The pension agency did not release G.M.’s own estimate of its pensions on a termination basis, which continues to be secret. G.M. said it sent its most recent calculation to the agency about a year ago. The agency made its own calculation at the end of June and released the figure in response to a request under the Freedom of Information Act.
In response to questions about the federal agency’s calculation, G.M. released a statement saying it considered it “unrealistic and not indicative of G.M.’s ability to provide future retirement benefits.”
“G.M. takes its pension obligations very seriously,” the statement continued. “The corporation has contributed more than $56 billion over the last 12 years to fund our pension plans and meet our obligations to our current and future retirees.”
Now I don’t know about you, but I have a problem taking seriously a company that is comforted when sales decline a mere 33% while banking on selling more SUVs with soaring gas prices. The article continues in explaining the discrepancy. Let’s tune back in.
G.M.’s pension fund is actually made up of two big plans, one for salaried employees and one for hourly workers. At the end of 2004, G.M. reported that the two plans had total assets of $91 billion, and total benefits owed of $89 billion, for a surplus of $2 billion.
The government’s calculation involves a variety of different assumptions about the future value of benefits the company owes. Terminating the fund means workers would no longer build up any new benefits, and G.M. would no longer provide cash from its continuing operations. But someone – either the government or an insurance company – would still have the obligation to pay all retirees the benefits they had earned, on schedule, in the future.
(Companies with plenty of money can also terminate their pension plans by paying an insurance company to take over the obligations. In G.M.’s case, the government estimated that an insurer would charge $31 billion in addition to the money in the fund.)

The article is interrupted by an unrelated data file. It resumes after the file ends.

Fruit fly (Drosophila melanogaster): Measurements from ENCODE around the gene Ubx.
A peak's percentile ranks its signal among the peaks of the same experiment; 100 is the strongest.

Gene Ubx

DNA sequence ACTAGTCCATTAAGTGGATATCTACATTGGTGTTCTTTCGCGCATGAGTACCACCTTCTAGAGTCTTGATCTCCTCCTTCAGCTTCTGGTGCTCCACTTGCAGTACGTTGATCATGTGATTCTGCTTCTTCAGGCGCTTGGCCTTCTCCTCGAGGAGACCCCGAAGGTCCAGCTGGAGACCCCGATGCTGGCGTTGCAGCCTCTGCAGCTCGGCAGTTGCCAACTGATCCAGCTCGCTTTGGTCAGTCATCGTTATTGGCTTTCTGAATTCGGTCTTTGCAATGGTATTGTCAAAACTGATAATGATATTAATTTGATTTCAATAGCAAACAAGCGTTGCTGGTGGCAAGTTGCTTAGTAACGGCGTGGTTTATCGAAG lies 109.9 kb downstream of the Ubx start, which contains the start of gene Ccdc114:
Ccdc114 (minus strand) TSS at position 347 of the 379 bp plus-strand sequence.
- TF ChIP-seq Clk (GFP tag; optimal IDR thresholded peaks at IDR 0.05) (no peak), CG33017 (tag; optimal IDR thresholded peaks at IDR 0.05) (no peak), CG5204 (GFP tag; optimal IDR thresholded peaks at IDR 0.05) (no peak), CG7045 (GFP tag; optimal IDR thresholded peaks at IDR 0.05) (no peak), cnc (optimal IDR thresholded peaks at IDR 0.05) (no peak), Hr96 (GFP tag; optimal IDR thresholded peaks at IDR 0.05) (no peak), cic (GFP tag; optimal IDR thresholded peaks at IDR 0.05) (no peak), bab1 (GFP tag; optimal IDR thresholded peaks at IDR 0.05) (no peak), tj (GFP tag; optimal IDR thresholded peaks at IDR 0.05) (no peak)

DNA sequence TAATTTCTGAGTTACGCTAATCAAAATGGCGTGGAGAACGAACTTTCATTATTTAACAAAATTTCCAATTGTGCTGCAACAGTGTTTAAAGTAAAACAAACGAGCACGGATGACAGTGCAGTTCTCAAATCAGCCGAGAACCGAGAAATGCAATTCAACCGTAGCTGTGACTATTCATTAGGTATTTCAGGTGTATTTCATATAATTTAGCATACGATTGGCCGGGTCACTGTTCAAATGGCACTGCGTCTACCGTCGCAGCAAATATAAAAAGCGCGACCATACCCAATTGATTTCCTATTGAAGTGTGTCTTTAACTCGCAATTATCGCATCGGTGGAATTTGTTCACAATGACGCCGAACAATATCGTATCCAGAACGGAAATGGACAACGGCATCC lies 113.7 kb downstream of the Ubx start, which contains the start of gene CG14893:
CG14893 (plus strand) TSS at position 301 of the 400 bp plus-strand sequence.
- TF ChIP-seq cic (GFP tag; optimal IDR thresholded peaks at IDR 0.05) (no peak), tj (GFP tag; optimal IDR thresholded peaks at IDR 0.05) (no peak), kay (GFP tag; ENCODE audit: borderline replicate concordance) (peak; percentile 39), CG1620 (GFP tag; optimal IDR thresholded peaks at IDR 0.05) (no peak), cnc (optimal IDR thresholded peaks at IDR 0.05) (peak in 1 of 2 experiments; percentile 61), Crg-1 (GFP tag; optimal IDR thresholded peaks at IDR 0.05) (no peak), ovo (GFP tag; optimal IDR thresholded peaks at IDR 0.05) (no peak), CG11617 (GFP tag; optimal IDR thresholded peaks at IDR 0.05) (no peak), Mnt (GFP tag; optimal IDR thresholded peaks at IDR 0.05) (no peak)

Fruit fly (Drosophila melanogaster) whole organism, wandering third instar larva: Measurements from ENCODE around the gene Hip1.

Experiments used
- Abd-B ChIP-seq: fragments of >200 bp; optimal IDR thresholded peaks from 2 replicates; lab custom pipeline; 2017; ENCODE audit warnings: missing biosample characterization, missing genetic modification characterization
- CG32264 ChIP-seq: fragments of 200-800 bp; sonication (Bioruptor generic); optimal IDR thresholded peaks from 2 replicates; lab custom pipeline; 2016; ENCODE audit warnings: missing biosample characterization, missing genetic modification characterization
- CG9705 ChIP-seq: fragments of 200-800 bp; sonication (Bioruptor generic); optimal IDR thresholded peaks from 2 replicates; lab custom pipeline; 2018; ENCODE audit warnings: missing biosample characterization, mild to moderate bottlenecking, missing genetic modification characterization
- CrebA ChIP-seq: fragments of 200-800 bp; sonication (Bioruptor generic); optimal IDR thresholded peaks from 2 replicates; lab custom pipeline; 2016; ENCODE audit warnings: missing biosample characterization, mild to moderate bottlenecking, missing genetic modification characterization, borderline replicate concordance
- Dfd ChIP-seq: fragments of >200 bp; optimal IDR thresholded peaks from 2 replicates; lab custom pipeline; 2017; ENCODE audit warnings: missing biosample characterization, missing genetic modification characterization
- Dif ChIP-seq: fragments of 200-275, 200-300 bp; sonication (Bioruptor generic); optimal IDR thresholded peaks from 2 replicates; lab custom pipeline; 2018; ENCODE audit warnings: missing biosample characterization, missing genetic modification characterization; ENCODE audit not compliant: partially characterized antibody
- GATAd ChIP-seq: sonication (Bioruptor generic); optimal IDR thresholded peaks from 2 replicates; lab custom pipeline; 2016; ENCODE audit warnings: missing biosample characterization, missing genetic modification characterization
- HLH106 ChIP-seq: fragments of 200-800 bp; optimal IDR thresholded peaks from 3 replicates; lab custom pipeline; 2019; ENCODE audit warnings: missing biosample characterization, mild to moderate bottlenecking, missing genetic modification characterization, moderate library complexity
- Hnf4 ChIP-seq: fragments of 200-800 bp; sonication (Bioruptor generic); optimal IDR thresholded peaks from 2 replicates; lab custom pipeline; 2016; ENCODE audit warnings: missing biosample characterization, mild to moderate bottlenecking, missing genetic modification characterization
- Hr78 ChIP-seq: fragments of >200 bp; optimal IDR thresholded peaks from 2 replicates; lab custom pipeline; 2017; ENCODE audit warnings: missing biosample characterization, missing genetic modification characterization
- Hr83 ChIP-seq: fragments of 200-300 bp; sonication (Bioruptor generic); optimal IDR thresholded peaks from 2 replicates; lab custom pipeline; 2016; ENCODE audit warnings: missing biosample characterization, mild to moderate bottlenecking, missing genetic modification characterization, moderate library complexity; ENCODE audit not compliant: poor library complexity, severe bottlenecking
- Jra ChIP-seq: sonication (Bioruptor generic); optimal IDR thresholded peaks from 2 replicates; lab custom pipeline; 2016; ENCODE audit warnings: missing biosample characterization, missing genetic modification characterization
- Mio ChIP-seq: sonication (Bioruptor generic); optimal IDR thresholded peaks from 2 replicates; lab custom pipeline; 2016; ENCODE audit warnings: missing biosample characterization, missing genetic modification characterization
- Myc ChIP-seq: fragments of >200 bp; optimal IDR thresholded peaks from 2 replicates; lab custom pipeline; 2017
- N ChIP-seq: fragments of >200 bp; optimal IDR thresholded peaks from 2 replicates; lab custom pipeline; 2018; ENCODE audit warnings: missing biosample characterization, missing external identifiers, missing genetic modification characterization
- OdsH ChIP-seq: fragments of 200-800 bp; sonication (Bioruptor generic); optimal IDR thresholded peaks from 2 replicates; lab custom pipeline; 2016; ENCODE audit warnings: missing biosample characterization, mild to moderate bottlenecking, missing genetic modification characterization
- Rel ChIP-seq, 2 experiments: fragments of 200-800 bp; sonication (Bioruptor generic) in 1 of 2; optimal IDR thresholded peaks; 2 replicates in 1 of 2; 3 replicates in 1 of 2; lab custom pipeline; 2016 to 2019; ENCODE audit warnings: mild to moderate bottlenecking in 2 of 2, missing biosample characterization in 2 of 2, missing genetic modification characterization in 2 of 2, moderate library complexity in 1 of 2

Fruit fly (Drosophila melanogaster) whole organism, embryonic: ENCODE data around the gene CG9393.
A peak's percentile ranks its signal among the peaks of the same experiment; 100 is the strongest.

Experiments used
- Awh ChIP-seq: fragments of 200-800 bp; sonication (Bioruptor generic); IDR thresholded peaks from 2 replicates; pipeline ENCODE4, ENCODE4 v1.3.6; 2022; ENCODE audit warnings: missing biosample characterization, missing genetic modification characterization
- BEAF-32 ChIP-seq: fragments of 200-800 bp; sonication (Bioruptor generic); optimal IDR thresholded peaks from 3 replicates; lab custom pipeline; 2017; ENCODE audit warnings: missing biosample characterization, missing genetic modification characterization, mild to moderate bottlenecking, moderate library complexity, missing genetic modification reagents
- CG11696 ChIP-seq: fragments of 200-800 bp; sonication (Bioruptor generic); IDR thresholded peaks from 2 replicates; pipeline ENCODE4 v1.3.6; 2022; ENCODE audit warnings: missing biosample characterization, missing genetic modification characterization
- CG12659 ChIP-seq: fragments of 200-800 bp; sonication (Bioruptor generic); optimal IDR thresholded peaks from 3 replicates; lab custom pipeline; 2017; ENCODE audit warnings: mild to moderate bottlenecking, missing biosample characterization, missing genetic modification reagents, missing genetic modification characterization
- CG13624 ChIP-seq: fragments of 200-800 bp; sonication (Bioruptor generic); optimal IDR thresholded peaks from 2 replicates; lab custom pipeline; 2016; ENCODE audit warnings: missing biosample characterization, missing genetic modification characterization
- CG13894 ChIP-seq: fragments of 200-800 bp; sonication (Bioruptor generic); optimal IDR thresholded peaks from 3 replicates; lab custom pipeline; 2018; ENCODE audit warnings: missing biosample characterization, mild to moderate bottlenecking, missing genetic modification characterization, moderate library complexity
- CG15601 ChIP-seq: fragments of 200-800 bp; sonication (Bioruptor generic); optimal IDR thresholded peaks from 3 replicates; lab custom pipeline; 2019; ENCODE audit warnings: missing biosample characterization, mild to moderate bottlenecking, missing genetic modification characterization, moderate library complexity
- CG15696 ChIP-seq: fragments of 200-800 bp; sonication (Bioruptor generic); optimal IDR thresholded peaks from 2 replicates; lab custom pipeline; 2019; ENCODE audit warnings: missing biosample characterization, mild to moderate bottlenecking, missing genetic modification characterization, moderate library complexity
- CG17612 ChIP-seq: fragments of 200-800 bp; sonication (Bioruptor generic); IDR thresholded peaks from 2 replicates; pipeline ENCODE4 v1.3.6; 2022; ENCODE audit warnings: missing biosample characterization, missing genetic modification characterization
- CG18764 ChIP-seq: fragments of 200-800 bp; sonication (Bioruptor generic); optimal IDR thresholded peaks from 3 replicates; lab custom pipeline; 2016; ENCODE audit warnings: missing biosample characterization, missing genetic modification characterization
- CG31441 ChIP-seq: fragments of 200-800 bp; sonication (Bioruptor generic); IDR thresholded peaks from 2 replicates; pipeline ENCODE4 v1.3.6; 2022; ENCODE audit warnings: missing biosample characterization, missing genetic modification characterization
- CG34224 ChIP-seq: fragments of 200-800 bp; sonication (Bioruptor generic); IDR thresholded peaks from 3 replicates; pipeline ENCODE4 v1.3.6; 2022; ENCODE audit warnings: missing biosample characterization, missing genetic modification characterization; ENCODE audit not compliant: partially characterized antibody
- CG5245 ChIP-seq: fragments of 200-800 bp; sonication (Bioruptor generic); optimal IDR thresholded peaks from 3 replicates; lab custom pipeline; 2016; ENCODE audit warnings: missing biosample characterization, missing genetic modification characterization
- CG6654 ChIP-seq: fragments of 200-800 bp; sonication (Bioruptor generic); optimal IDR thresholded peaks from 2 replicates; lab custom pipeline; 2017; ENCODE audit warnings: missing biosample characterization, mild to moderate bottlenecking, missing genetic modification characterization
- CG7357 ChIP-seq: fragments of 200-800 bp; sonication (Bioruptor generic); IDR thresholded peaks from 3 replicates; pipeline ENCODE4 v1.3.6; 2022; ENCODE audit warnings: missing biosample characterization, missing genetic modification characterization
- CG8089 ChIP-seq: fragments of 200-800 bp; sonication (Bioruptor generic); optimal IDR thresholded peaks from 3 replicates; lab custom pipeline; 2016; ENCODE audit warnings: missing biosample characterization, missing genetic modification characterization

The government says its figure gives the more truthful picture of the plan’s condition. The current pension accounting standard specifically cites the Pension Benefit Guaranty Corporation’s method as “appropriate.”
But most companies have resisted using the termination method, both because it can make their pension plans look very weak, and because they say they do not intend to end their plans. Business groups say that reporting pension values on a termination basis would needlessly alarm and confuse employees.
But as big corporate bankruptcies and pension plan failures accelerated in the last few years, weakening the entire pension system, a small but growing number of economists, accountants and government officials began to take the position that companies with low credit ratings – like G.M. – should be required to disclose the termination values of their pension plans.
Labor Secretary Elaine L. Chao called for such disclosure in a speech in January. Access to the termination data, now secret, would “empower workers, investors, regulators and the public,” Ms. Chao said.
“The goal is to ensure that the assumptions that go into measuring a plan’s liability better reflect whether or not it will be terminated.”
United Airlines, for example, kept reporting its pension values on the usual, continuing basis, even in its third year of bankruptcy, when it was no longer making the minimum contributions required by law and it was clear that termination was inevitable. On this basis, United, a unit of the UAL Corporation, reported a $6 billion shortfall as of the end of 2004.
But when the government agency finally took over the plans this year, it recalculated them on a termination basis and found a total shortage of $10.2 billion. United’s work force and the Pension Benefit Guaranty Corporation will bear that shortage.
The article said that the PBGC will bear any shortages. That unfortunately is not entirely accurate. The PBGC is just an arm of the Federal Government. Pension shortages when a company goes under will be covered in one of two ways.
- Reduced benefits
- Taxpayer bailouts
When it comes to GM, I expect both to happen. An existing law due to expire in December let companies get away with murder on their pension assumptions. Presumably it was enacted to help companies tide themselves over while the “recovery” was gaining traction. Well here we are with a recovery that seems all but dead just as we are about to head into the recession of 2006. By postponing the problem, all we did was make things worse. I guess we will now see if Congress has the guts to mandate full funding of pension plans on a conservative basis as well as change the rules for pension accounting as applied to corporate quarterly earnings statements or if it will kowtow once again to industry lobbyists.
In the meantime, anyone working for GM that has a chance at an early retirement and a lump sum pension payout might wish to talk to a financial advisor about taking it. I remain convinced that GM is headed towards bankruptcy unless and until they confront that mammoth list of problems head on. I see no reason to believe they can or they will.
Mike Shedlock / Mish